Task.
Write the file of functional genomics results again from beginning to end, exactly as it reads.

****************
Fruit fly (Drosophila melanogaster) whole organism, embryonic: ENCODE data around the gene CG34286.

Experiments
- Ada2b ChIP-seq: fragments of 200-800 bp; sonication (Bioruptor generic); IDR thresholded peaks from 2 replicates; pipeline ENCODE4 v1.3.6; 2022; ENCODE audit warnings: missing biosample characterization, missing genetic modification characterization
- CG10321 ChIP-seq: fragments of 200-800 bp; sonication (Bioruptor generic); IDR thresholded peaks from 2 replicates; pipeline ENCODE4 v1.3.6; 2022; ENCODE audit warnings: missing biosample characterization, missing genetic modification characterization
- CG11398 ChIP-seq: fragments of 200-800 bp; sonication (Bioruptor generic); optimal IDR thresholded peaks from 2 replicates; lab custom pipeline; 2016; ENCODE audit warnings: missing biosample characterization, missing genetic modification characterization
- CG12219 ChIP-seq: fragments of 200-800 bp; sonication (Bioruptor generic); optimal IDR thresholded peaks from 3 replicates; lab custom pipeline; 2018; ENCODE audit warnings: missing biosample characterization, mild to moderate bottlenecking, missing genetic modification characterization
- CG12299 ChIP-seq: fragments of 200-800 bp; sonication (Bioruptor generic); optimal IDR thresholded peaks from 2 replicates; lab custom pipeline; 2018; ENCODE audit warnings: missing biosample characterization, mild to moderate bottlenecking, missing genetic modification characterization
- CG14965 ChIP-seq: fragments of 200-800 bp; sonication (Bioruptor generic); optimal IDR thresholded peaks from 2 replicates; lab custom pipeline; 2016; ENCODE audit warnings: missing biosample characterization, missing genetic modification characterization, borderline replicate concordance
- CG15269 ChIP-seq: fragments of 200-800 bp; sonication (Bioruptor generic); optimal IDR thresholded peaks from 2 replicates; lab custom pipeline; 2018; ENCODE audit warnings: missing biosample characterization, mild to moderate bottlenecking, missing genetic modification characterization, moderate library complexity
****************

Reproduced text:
Fruit fly (Drosophila melanogaster) whole organism, embryonic: ENCODE data around the gene CG34286.

Experiments
- Ada2b ChIP-seq: fragments of 200-800 bp; sonication (Bioruptor generic); IDR thresholded peaks from 2 replicates; pipeline ENCODE4 v1.3.6; 2022; ENCODE audit warnings: missing biosample characterization, missing genetic modification characterization
- CG10321 ChIP-seq: fragments of 200-800 bp; sonication (Bioruptor generic); IDR thresholded peaks from 2 replicates; pipeline ENCODE4 v1.3.6; 2022; ENCODE audit warnings: missing biosample characterization, missing genetic modification characterization
- CG11398 ChIP-seq: fragments of 200-800 bp; sonication (Bioruptor generic); optimal IDR thresholded peaks from 2 replicates; lab custom pipeline; 2016; ENCODE audit warnings: missing biosample characterization, missing genetic modification characterization
- CG12219 ChIP-seq: fragments of 200-800 bp; sonication (Bioruptor generic); optimal IDR thresholded peaks from 3 replicates; lab custom pipeline; 2018; ENCODE audit warnings: missing biosample characterization, mild to moderate bottlenecking, missing genetic modification characterization
- CG12299 ChIP-seq: fragments of 200-800 bp; sonication (Bioruptor generic); optimal IDR thresholded peaks from 2 replicates; lab custom pipeline; 2018; ENCODE audit warnings: missing biosample characterization, mild to moderate bottlenecking, missing genetic modification characterization
- CG14965 ChIP-seq: fragments of 200-800 bp; sonication (Bioruptor generic); optimal IDR thresholded peaks from 2 replicates; lab custom pipeline; 2016; ENCODE audit warnings: missing biosample characterization, missing genetic modification characterization, borderline replicate concordance
- CG15269 ChIP-seq: fragments of 200-800 bp; sonication (Bioruptor generic); optimal IDR thresholded peaks from 2 replicates; lab custom pipeline; 2018; ENCODE audit warnings: missing biosample characterization, mild to moderate bottlenecking, missing genetic modification characterization, moderate library complexity